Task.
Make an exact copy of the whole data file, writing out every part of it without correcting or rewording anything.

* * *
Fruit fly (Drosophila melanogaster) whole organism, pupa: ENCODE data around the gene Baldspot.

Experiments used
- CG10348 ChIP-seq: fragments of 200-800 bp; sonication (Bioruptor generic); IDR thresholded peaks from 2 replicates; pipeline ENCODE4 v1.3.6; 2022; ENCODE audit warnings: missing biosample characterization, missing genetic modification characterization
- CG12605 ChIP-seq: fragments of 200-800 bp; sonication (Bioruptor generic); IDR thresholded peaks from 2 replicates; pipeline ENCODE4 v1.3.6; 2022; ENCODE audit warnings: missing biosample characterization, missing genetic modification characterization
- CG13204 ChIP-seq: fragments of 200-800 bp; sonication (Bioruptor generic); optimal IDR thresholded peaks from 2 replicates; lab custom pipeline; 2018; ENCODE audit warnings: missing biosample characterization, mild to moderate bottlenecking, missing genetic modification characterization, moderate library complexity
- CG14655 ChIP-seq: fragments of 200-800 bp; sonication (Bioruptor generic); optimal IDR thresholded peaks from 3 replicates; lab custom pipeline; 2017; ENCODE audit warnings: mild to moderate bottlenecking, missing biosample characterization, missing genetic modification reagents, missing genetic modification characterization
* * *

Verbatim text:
Fruit fly (Drosophila melanogaster) whole organism, pupa: ENCODE data around the gene Baldspot.

Experiments used
- CG10348 ChIP-seq: fragments of 200-800 bp; sonication (Bioruptor generic); IDR thresholded peaks from 2 replicates; pipeline ENCODE4 v1.3.6; 2022; ENCODE audit warnings: missing biosample characterization, missing genetic modification characterization
- CG12605 ChIP-seq: fragments of 200-800 bp; sonication (Bioruptor generic); IDR thresholded peaks from 2 replicates; pipeline ENCODE4 v1.3.6; 2022; ENCODE audit warnings: missing biosample characterization, missing genetic modification characterization
- CG13204 ChIP-seq: fragments of 200-800 bp; sonication (Bioruptor generic); optimal IDR thresholded peaks from 2 replicates; lab custom pipeline; 2018; ENCODE audit warnings: missing biosample characterization, mild to moderate bottlenecking, missing genetic modification characterization, moderate library complexity
- CG14655 ChIP-seq: fragments of 200-800 bp; sonication (Bioruptor generic); optimal IDR thresholded peaks from 3 replicates; lab custom pipeline; 2017; ENCODE audit warnings: mild to moderate bottlenecking, missing biosample characterization, missing genetic modification reagents, missing genetic modification characterization